Defense Secretary Chuck Hagel Feb. 24 outlined a five-year Pentagon budget that would shrink Army forces to fewer than before the attacks of Sept. 11, 2001, while retiring older weapons, including the U-2 spy plane and the A-10 attack aircraft.
One of the four options President Obama is considering for a U.S. military presence in Afghanistan beyond this year would leave behind 3,000 troops, based in Kabul and at the American installation at Bagram, U.S. officials said.
The third prototype for China’s J-20 “Mighty Dragon” stealth fighter jet appears to be prepared to take its maiden flight at any time.
The Pentagon is committed to early design work on a new aircraft that will replace thousands of helicopters now used by the U.S. military, its first “clean sheet design” program in years, the Army official heading the effort said Feb. 21.
On-the-ground stress testing for the U.S. Marine Corps version of Lockheed Martin’s F-35 jet may be halted for as long as a year after cracks were found in the aircraft’s bulkheads, Pentagon officials said.
President Obama will announce Feb. 25 two innovation institutes, led by the Department of Defense, as part of an effort to revitalize U.S. manufacturing.
Tracking items in warehouses is a big problem for the military, which cannot use radio frequency identification systems on explosives and munitions. A product jointly created by Lockheed Martin and Visible Assets Inc. could fix that problem by using magnetic tags to identify items.
Turkish Prime Minister Recep Tayyip Erdogan announced Feb. 21 that his government and US helicopter manufacturer Sikorsky Aircraft had signed a long-dormant contract to co-produce an initial batch of 109 utility helicopters.
An industry source who spoke with IHS Jane’s claimed that the reason there would be no appreciable impact on the unit cost for the upgrade offered to Taiwan if the U.S. Air Force ditched CAPES is because “in reality the Taiwanese were always paying for the entire NRE; they just do not know it.”
Governments and industry are in discussions over the fate of the final order of Eurofighter Typhoon combat jets for the four partner nations involved in the program amid Germany’s plan to end its purchases early.
The release of the Pentagon’s massive-yet-smaller budget is just weeks away, but budget decisions like the number of ships the Navy will buy or the size of the National Guard have been dribbling out in the media for months. That has pleased reporters looking for scoops and those defense officials who seek to shape the debate about weapons programs in a budget cycle that has produced much anxiety before it has even begun. But one man is not pleased: Defense Secretary Chuck Hagel.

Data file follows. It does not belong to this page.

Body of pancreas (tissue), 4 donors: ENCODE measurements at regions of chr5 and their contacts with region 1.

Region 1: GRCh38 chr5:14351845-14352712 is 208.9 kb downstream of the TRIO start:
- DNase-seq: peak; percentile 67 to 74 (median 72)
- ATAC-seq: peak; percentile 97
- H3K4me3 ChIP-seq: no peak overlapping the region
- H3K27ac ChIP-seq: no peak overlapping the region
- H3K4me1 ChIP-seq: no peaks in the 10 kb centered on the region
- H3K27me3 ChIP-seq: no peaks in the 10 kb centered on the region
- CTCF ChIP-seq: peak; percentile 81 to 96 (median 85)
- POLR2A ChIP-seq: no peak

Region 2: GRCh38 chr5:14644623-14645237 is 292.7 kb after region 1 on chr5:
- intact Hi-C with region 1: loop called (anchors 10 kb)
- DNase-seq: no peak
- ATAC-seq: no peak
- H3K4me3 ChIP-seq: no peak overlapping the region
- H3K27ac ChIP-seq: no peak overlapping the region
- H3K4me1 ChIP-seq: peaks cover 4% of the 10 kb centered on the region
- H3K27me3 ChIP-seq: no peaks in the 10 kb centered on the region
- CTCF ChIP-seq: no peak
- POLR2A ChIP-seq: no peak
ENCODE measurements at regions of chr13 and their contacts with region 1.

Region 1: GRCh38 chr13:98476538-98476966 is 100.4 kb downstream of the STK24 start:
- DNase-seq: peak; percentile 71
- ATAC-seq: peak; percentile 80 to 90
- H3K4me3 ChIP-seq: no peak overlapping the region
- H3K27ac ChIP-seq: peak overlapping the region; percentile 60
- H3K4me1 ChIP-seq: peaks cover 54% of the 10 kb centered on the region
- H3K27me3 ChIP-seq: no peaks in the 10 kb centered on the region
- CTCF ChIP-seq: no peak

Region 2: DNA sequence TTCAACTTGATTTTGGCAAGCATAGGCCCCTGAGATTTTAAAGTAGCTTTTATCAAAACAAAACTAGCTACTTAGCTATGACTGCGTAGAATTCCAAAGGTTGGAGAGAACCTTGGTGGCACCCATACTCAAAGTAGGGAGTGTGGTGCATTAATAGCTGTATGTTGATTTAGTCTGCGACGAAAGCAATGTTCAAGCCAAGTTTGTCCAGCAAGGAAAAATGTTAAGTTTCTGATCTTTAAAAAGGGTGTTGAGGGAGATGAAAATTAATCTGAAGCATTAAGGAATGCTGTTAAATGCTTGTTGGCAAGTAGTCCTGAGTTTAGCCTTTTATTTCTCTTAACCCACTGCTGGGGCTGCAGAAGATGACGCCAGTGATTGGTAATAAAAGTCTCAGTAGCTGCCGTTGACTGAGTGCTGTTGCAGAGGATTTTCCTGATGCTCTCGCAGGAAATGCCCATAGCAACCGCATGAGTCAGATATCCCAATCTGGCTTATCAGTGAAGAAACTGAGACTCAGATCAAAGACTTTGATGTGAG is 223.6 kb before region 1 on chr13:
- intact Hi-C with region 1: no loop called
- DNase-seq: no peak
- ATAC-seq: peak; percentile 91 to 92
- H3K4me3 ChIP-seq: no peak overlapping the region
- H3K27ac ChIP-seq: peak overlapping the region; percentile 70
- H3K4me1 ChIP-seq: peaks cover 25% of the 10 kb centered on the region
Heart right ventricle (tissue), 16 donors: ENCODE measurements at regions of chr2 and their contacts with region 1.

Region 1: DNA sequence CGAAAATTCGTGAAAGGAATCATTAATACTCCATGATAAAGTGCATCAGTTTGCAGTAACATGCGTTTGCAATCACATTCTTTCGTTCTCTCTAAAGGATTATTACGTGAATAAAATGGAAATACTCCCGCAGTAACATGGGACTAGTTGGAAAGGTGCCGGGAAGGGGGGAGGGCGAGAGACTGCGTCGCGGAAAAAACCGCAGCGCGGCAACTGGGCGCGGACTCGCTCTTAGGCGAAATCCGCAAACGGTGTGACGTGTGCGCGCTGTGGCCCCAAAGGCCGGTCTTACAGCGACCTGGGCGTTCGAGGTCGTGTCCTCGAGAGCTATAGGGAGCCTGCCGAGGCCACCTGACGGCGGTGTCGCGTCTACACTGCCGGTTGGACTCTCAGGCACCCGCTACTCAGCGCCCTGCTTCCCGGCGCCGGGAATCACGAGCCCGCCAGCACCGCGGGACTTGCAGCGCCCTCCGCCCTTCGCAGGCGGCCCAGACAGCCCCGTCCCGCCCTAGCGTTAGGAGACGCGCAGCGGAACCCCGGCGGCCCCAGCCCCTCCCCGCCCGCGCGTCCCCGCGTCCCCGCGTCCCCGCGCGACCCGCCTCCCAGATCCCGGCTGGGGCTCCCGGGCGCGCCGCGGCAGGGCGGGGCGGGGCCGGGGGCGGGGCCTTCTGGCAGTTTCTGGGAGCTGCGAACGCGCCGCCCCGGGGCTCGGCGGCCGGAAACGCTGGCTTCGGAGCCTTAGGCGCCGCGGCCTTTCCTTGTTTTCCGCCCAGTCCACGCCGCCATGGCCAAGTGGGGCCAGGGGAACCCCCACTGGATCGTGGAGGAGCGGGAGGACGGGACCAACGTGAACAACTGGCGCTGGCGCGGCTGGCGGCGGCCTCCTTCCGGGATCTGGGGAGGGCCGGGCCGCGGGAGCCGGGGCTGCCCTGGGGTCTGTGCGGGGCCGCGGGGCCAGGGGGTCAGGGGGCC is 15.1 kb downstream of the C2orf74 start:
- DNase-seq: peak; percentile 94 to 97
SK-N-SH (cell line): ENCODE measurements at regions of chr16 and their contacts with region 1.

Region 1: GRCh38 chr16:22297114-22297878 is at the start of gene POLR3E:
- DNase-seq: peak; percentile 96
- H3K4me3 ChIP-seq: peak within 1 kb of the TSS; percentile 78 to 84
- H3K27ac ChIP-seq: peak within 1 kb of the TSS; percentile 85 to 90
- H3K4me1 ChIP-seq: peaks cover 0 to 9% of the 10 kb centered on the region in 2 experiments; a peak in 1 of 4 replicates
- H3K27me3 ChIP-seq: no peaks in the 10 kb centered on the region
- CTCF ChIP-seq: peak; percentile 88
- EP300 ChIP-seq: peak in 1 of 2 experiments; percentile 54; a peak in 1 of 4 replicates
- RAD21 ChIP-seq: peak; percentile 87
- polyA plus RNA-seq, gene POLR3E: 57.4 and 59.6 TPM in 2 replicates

The US Defense Department’s latest military strategy review will stress the Pentagon’s commitment to the Middle East, a region that has felt jilted by numerous US actions in recent years.
Chief Warrant Officer 3 Jason Allen got a tongue-in-cheek warning from fellow Army mechanics when he told them he wanted to work on Stryker infantry vehicles at Joint Base Lewis-McChord.
As the military relies more and more on unmanned aerial vehicles to carry out pinpoint strikes, the services need smaller munitions to arm them.
The Navy started making plans in the late 1990s to retire the most powerful and crash-prone helicopters in its fleet.
On Feb. 12, the Air Force’s top civilian official directed the service’s Air Combat Command to continue developing a new software upgrade for the A-10 after a complaint from Sen. Kelly Ayotte, a New Hampshire Republican.
The Geosynchronous Space Situational Awareness Program (GSAP) system will have electro-optical sensors and be based in near-geosynchronous orbit, drifting below and above the geo belt. The US Air Force will be able to control the movement of the constellation, made up of two satellites, in order to position its “neighborhood watch” surveillance.
The Air Force is in the early phases of a multi-year technological overhaul and upgrade of its B1-B Lancer long-range bomber fleet which will outfit all 62 aircraft with a wide-ranging suite of new displays, computer technology and avionics, service officials said.
A new report from a Department of Defense watchdog concludes that wounded warriors may be at risk for accidental prescription drug over dosage.
The Veterans Affairs Department is taking weeks to provide or repair hearing aids for its patients, leaving hearing-impaired veterans at risk in the latest failure by the agency charged with caring for America’s war heroes.
Potential evidence related to Americans still missing after the final battle of the Vietnam War may lead to extensive excavation efforts on an island off the coast of Cambodia, giving renewed hope to the families of the missing.